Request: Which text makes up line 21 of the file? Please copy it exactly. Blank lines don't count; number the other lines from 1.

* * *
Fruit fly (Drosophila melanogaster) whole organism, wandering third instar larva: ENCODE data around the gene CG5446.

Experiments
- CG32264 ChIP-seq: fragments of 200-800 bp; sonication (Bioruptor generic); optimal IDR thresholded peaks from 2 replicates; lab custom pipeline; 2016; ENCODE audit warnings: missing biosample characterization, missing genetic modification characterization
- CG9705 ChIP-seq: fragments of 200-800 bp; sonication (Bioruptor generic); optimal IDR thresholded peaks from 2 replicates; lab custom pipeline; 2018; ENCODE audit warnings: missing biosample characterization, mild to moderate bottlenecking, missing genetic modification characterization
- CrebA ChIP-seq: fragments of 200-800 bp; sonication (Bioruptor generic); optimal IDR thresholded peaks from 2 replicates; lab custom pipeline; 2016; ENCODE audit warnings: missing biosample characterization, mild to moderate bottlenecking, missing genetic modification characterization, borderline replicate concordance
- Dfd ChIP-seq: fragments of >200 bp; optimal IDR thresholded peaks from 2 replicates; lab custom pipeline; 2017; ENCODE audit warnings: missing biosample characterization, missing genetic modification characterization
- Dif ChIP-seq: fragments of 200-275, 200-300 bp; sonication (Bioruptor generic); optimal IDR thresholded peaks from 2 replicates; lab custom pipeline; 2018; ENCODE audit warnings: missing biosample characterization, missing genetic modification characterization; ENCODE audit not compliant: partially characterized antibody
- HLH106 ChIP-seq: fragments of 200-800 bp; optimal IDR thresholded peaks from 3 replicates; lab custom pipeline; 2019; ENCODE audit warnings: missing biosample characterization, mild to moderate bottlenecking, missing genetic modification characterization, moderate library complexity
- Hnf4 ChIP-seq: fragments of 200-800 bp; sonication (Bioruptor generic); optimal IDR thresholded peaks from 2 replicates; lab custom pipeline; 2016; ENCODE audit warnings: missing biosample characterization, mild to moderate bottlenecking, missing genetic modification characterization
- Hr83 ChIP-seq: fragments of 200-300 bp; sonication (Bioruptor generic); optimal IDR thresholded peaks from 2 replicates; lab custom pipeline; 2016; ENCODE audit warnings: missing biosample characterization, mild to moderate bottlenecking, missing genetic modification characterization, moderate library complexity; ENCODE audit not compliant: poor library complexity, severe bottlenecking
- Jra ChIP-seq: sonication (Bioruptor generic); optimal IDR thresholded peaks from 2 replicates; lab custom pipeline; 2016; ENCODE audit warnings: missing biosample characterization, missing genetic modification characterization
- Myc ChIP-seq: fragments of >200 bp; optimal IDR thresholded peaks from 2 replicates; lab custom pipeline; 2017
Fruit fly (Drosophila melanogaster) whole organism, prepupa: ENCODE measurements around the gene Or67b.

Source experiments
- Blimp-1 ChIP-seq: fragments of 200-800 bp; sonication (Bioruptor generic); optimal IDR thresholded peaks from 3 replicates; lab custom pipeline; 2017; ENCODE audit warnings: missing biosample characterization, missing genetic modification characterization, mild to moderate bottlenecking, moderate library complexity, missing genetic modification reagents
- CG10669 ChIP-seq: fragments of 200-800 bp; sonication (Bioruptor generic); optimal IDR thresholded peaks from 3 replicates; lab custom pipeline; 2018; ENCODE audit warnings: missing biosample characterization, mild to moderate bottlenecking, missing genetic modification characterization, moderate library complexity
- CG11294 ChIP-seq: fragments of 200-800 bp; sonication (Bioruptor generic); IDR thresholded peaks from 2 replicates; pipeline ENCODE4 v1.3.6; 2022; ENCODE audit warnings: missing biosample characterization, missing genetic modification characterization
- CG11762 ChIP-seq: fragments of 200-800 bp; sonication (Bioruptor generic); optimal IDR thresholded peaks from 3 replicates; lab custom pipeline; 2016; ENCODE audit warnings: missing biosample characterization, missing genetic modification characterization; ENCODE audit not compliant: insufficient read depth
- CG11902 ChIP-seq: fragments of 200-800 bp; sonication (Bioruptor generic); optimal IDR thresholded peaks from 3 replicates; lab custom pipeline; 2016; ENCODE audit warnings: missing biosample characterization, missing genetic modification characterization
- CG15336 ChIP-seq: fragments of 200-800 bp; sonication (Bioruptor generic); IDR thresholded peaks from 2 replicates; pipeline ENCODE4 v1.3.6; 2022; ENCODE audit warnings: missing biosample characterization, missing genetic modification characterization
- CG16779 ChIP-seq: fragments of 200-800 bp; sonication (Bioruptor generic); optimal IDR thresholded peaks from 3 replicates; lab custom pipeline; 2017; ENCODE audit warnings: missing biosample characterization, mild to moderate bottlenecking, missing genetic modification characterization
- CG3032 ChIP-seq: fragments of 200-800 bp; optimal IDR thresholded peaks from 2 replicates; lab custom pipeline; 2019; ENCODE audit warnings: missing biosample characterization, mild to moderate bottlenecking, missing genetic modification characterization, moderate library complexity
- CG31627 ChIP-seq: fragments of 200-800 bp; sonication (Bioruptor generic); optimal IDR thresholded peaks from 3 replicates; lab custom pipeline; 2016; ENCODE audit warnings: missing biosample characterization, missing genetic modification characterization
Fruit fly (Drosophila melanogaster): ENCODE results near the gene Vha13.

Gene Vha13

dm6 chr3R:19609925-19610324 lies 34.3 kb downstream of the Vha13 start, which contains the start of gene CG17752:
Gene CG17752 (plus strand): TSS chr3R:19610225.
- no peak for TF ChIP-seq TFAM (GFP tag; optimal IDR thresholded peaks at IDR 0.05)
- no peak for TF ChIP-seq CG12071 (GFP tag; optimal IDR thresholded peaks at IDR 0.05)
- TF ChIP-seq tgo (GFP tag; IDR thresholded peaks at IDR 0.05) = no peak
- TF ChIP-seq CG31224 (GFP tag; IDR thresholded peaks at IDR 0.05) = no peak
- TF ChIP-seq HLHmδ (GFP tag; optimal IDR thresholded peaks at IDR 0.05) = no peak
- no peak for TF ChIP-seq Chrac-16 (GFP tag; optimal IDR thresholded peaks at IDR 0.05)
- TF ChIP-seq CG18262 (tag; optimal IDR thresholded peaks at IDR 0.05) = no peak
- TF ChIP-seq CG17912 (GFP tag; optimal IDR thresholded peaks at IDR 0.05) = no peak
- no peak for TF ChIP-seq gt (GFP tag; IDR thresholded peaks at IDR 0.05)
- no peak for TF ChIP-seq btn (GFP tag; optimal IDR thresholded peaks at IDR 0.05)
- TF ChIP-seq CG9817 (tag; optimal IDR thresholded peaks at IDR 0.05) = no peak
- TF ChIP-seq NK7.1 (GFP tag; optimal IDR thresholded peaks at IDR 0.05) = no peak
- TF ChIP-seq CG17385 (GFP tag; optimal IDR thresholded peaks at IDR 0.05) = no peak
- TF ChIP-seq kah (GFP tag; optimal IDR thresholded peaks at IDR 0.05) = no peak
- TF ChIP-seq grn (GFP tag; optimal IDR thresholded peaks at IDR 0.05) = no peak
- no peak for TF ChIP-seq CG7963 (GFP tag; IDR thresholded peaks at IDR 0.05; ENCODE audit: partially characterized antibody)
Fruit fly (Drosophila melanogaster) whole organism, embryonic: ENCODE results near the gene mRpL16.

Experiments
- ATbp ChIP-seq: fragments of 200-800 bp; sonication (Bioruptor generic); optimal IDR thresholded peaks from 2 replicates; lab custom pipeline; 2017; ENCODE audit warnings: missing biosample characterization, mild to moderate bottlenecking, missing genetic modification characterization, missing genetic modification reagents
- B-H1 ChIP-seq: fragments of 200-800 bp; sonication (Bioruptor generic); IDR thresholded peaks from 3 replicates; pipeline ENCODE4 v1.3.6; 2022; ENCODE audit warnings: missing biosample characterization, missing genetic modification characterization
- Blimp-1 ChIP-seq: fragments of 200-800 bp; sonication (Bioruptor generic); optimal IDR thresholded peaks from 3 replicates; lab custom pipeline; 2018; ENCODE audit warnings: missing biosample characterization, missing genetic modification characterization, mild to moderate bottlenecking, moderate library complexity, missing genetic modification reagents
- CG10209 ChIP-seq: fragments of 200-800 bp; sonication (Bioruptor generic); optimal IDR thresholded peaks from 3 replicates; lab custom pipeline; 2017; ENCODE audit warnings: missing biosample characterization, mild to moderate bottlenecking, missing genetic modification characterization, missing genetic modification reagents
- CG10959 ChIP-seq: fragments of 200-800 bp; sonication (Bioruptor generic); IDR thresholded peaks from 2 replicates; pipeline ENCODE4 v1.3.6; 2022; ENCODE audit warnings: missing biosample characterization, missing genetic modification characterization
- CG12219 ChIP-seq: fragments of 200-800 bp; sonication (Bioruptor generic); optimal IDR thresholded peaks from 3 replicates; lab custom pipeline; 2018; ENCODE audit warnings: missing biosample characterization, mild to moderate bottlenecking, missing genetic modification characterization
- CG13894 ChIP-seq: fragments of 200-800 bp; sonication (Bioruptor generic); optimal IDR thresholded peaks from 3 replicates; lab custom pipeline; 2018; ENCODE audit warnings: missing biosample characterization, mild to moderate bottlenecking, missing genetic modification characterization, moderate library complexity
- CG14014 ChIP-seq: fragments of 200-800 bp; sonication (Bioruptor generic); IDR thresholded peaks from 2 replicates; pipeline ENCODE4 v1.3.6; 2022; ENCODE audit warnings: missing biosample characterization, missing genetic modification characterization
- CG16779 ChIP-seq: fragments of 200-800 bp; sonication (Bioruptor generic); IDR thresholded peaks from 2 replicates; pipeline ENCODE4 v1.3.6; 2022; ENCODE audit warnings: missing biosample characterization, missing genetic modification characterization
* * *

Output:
- CG16779 ChIP-seq: fragments of 200-800 bp; sonication (Bioruptor generic); optimal IDR thresholded peaks from 3 replicates; lab custom pipeline; 2017; ENCODE audit warnings: missing biosample characterization, mild to moderate bottlenecking, missing genetic modification characterization